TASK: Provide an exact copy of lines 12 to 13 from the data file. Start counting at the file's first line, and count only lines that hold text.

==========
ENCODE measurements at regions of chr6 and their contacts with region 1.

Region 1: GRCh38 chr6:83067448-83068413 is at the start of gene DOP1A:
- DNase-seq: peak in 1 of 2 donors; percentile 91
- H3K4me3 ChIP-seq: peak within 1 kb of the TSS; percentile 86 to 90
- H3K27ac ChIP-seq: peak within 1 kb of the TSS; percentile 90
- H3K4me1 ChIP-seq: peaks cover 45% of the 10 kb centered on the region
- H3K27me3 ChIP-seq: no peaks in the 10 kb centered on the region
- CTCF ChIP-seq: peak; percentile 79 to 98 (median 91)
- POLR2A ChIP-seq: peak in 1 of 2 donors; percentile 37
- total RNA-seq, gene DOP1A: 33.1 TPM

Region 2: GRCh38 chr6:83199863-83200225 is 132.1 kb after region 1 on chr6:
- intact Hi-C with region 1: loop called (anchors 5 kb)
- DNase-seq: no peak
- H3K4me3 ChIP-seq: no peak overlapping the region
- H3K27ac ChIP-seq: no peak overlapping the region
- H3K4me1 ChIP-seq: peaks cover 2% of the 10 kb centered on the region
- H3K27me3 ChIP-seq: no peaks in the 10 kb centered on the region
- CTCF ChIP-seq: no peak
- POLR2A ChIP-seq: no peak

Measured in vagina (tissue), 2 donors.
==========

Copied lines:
- intact Hi-C with region 1: loop called (anchors 5 kb)
- DNase-seq: no peak